DAKAR, Senegal — They had gathered for a wedding in a village in central Mali.
The ceremony took place the day before, but about 100 men and teenagers were still celebrating the next afternoon. They prayed together, then dispersed into different groups under some trees.
An hour later, 22 members of the wedding party were dead, killed by French warplanes. Nineteen of them were civilians, according to a report released Tuesday by the United Nations.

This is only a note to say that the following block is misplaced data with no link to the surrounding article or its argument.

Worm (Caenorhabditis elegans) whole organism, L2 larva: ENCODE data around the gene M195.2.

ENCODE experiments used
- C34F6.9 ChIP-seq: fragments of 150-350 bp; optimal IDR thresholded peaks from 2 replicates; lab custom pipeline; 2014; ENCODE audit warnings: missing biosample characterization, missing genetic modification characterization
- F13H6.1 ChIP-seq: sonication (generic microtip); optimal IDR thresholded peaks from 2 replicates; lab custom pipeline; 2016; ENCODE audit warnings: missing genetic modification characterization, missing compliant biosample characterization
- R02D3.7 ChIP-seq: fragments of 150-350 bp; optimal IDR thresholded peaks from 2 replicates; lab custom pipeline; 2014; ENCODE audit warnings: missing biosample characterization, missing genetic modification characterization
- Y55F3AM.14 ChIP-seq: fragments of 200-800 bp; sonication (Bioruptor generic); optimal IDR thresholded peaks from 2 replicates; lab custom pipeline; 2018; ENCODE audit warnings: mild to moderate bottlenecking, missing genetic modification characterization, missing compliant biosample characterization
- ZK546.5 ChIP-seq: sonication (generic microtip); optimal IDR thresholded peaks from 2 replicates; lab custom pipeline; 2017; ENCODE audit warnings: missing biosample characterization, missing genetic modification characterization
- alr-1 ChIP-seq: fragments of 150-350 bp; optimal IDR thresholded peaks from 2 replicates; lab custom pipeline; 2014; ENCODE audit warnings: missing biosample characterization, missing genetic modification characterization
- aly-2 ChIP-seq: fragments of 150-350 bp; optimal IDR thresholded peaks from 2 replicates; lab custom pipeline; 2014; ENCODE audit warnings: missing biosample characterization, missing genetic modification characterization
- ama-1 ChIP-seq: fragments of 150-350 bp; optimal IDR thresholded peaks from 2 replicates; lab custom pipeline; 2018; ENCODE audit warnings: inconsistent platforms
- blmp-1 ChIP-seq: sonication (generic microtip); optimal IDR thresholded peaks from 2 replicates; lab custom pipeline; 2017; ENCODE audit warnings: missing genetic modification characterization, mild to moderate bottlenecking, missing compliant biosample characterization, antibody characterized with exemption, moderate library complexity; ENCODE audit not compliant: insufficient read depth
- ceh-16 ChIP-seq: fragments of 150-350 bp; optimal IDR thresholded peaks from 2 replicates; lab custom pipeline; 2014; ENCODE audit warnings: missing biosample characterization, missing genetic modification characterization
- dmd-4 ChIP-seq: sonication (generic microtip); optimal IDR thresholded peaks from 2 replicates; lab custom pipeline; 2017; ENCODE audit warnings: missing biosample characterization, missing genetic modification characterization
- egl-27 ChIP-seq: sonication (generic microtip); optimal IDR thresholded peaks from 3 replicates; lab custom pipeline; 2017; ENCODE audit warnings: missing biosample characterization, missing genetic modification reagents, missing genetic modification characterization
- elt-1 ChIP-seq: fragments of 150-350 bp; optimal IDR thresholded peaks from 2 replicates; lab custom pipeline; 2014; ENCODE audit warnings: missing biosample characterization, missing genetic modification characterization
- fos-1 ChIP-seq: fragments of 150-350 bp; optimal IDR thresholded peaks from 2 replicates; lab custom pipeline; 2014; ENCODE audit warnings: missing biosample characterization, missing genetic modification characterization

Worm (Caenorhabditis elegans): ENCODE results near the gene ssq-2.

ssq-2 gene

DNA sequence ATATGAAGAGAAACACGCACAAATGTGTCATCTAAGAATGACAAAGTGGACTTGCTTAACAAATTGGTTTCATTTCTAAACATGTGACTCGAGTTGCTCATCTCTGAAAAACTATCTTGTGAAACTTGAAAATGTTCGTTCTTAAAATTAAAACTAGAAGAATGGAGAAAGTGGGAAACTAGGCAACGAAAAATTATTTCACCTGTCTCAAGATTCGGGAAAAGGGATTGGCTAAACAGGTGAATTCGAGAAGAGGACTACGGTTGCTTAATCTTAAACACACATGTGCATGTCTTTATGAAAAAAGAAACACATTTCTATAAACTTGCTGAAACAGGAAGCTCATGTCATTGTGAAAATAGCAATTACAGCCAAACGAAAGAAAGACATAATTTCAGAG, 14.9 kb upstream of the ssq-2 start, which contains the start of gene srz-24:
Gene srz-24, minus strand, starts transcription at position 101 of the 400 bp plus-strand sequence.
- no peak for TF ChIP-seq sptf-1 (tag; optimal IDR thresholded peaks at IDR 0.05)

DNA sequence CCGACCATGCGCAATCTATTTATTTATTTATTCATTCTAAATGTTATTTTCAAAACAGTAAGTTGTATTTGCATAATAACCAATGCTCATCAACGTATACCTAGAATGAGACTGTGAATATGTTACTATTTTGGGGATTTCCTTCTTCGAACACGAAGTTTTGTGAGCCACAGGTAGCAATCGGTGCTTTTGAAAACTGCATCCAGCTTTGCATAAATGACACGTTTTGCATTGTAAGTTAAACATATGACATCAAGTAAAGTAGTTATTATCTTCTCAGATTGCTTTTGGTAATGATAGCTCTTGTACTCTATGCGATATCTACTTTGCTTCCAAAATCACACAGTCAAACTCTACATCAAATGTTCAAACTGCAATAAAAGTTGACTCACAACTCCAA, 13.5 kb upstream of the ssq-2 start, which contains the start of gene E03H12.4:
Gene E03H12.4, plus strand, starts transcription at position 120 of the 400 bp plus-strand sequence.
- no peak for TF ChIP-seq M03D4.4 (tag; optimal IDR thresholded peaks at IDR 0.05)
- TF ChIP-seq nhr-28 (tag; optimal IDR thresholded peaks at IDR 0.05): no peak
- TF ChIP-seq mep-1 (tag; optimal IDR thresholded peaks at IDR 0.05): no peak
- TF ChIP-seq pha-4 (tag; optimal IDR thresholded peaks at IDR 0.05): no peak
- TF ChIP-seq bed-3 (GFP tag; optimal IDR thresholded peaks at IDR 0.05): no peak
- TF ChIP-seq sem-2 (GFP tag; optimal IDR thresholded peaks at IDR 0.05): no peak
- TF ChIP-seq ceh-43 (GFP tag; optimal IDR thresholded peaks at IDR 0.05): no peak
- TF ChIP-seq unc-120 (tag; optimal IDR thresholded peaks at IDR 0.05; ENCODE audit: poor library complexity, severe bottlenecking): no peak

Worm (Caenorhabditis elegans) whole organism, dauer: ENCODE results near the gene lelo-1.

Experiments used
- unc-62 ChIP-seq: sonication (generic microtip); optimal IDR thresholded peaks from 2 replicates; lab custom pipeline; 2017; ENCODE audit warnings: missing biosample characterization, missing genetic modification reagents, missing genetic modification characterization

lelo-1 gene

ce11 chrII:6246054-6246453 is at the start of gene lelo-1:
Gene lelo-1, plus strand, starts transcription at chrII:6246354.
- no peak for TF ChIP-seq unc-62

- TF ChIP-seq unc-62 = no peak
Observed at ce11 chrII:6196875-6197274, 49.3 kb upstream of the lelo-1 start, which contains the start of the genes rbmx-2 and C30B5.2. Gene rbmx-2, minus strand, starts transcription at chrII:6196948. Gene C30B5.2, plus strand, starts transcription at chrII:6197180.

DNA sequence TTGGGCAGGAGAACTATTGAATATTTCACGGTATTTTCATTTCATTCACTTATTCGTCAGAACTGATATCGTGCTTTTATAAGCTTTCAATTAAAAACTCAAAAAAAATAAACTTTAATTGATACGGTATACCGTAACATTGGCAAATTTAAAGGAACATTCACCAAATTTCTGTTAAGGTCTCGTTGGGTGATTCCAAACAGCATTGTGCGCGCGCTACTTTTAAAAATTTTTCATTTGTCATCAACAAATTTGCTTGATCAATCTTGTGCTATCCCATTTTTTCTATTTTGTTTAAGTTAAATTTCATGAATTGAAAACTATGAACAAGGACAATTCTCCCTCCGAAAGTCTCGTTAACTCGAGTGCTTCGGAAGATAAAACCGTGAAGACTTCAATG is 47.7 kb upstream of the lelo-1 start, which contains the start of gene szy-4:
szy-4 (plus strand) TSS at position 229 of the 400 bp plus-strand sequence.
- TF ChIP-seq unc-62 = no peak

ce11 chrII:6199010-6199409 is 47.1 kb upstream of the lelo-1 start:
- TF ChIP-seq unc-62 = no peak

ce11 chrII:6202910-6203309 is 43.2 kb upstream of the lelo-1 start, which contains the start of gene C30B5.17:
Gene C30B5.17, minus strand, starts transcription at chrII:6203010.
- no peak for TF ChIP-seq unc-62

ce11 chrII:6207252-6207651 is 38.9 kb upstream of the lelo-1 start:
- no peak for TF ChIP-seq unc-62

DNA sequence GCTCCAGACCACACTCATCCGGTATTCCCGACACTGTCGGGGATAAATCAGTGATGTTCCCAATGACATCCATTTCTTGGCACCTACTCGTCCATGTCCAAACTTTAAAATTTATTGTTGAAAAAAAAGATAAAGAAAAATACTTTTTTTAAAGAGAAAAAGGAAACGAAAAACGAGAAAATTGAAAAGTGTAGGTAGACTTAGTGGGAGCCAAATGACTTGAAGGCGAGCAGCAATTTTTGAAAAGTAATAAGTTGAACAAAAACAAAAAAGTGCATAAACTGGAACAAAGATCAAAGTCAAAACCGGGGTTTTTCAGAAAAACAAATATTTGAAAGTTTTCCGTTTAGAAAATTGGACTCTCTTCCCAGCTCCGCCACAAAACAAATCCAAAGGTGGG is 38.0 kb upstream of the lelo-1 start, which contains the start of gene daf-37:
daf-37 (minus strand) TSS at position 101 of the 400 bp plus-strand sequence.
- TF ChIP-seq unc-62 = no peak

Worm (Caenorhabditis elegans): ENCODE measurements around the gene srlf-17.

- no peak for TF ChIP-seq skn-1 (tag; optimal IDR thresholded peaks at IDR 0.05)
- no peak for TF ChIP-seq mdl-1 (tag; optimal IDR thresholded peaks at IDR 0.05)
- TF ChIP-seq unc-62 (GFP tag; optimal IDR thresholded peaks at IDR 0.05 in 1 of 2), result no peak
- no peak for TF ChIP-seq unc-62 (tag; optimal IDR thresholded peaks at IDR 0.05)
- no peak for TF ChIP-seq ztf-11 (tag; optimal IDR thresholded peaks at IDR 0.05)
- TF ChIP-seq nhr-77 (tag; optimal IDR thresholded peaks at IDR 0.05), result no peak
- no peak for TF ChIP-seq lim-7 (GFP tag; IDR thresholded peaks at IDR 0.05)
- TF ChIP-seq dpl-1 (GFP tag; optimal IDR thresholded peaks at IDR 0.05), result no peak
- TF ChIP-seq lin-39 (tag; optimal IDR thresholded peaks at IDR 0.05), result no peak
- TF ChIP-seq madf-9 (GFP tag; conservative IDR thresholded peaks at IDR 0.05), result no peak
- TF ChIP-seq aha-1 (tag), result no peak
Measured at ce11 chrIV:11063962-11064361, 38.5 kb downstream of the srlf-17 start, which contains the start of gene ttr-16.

The Jan. 3 airstrike set off outrage in the West African country, and has intensified calls for France, which has more than 5,000 troops stationed in the region, to leave.
Soon after the airstrike on the village of Bounti reports began to emerge that a wedding had been hit. France immediately dismissed any suggestion that its planes had attacked a wedding party, or that there had been any collateral damage.
has dragged on for years with no end in sight. Just last week, French troops were accused of killing more civilians, this time in northern Mali. France said they were terrorists; a local mayor said they were teenagers hunting birds.